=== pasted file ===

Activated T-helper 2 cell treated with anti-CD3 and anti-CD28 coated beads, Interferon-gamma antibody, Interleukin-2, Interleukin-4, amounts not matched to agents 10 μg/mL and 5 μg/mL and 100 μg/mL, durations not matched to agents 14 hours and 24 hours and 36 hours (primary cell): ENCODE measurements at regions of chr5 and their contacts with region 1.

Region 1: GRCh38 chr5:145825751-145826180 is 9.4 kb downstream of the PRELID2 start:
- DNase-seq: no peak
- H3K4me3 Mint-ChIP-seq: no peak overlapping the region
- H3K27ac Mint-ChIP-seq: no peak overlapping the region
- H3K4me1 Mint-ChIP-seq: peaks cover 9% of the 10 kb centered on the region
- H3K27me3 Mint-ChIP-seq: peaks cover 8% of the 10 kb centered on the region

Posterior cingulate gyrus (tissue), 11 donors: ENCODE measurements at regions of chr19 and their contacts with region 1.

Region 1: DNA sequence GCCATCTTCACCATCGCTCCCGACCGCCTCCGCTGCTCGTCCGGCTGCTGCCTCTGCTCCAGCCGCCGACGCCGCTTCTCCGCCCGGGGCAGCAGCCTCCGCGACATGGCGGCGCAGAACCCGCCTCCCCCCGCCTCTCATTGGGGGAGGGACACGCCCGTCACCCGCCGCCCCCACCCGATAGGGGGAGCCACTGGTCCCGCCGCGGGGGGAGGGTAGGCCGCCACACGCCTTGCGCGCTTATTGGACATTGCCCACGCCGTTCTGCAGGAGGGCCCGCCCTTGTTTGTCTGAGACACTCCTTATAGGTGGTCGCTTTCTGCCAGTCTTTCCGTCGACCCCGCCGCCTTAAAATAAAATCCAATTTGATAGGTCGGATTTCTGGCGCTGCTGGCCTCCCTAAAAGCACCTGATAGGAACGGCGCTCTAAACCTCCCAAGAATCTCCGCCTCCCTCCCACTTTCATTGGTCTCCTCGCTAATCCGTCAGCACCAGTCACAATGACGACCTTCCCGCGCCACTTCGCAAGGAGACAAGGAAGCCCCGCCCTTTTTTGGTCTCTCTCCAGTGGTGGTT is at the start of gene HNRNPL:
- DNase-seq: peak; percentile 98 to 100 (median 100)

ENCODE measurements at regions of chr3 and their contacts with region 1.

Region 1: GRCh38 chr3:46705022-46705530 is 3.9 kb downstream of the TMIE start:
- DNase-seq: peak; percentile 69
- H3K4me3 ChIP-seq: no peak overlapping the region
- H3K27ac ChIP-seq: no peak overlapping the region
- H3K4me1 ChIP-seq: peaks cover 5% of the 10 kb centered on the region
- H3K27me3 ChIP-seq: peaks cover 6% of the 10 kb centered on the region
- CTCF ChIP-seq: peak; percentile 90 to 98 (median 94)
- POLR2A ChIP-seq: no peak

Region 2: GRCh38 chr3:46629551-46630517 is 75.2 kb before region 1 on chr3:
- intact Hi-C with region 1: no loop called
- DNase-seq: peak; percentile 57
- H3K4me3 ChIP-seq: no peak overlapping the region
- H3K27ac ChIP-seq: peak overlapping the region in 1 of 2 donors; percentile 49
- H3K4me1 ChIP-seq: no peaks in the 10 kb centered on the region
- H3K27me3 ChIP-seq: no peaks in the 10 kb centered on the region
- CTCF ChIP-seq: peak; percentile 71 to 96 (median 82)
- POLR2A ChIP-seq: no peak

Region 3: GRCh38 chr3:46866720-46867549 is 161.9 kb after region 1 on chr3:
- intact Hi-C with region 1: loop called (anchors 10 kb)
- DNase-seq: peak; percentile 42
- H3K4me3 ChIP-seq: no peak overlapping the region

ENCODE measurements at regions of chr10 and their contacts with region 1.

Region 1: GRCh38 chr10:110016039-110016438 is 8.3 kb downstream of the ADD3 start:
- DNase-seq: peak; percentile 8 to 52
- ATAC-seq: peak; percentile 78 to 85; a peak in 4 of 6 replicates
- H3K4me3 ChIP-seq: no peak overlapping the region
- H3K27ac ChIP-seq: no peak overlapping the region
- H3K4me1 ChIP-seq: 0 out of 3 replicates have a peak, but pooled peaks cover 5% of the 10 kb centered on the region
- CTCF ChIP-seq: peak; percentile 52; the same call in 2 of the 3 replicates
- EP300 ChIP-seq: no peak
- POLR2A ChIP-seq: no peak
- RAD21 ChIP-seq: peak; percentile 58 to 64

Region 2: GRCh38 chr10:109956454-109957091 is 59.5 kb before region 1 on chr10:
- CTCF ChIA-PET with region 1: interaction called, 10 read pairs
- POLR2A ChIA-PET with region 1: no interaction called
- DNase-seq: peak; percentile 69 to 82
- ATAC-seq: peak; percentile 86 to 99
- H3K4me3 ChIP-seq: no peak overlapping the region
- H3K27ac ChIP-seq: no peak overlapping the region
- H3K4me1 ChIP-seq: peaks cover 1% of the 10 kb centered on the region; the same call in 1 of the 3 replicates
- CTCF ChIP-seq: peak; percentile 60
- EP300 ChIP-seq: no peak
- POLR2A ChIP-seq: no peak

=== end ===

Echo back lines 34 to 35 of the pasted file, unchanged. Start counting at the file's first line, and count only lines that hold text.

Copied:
Region 1: GRCh38 chr10:110016039-110016438 is 8.3 kb downstream of the ADD3 start:
- DNase-seq: peak; percentile 8 to 52